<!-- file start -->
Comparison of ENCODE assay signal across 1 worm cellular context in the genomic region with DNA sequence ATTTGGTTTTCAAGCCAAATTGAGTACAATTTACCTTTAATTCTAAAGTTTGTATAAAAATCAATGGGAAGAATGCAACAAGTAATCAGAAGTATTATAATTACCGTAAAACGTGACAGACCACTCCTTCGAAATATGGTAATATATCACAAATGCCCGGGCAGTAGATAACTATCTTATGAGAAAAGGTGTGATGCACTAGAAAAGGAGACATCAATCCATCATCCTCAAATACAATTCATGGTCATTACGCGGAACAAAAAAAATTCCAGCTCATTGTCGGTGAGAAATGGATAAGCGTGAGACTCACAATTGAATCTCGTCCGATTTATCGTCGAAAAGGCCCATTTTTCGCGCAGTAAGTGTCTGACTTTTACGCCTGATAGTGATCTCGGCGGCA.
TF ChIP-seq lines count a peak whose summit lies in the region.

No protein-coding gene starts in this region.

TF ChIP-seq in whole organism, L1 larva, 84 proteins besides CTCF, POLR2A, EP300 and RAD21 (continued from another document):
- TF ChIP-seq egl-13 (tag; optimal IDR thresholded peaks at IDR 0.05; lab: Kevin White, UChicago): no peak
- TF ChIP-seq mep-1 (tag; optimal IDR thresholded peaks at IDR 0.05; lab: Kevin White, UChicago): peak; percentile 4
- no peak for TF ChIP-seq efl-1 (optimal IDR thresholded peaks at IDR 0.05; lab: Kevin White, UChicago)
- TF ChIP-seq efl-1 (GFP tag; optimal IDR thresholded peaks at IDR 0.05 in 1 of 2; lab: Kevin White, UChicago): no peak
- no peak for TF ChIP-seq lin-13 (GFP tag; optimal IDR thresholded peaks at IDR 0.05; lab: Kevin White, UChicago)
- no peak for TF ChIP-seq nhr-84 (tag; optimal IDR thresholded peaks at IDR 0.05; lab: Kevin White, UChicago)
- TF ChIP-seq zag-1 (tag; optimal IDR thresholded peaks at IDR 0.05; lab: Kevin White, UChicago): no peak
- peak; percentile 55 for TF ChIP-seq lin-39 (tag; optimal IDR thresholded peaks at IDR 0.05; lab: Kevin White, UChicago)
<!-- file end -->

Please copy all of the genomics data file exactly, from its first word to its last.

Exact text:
Comparison of ENCODE assay signal across 1 worm cellular context in the genomic region with DNA sequence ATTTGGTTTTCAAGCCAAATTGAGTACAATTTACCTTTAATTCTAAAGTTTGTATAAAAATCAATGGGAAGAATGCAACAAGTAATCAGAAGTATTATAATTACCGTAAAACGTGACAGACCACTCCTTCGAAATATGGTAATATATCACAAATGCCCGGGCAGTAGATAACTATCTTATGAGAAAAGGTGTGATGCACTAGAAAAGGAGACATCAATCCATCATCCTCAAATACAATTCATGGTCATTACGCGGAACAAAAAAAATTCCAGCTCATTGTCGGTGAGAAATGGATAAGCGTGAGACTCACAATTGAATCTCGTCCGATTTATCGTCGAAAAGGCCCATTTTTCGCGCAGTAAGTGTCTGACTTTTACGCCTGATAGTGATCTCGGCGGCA.
TF ChIP-seq lines count a peak whose summit lies in the region.

No protein-coding gene starts in this region.

TF ChIP-seq in whole organism, L1 larva, 84 proteins besides CTCF, POLR2A, EP300 and RAD21 (continued from another document):
- TF ChIP-seq egl-13 (tag; optimal IDR thresholded peaks at IDR 0.05; lab: Kevin White, UChicago): no peak
- TF ChIP-seq mep-1 (tag; optimal IDR thresholded peaks at IDR 0.05; lab: Kevin White, UChicago): peak; percentile 4
- no peak for TF ChIP-seq efl-1 (optimal IDR thresholded peaks at IDR 0.05; lab: Kevin White, UChicago)
- TF ChIP-seq efl-1 (GFP tag; optimal IDR thresholded peaks at IDR 0.05 in 1 of 2; lab: Kevin White, UChicago): no peak
- no peak for TF ChIP-seq lin-13 (GFP tag; optimal IDR thresholded peaks at IDR 0.05; lab: Kevin White, UChicago)
- no peak for TF ChIP-seq nhr-84 (tag; optimal IDR thresholded peaks at IDR 0.05; lab: Kevin White, UChicago)
- TF ChIP-seq zag-1 (tag; optimal IDR thresholded peaks at IDR 0.05; lab: Kevin White, UChicago): no peak
- peak; percentile 55 for TF ChIP-seq lin-39 (tag; optimal IDR thresholded peaks at IDR 0.05; lab: Kevin White, UChicago)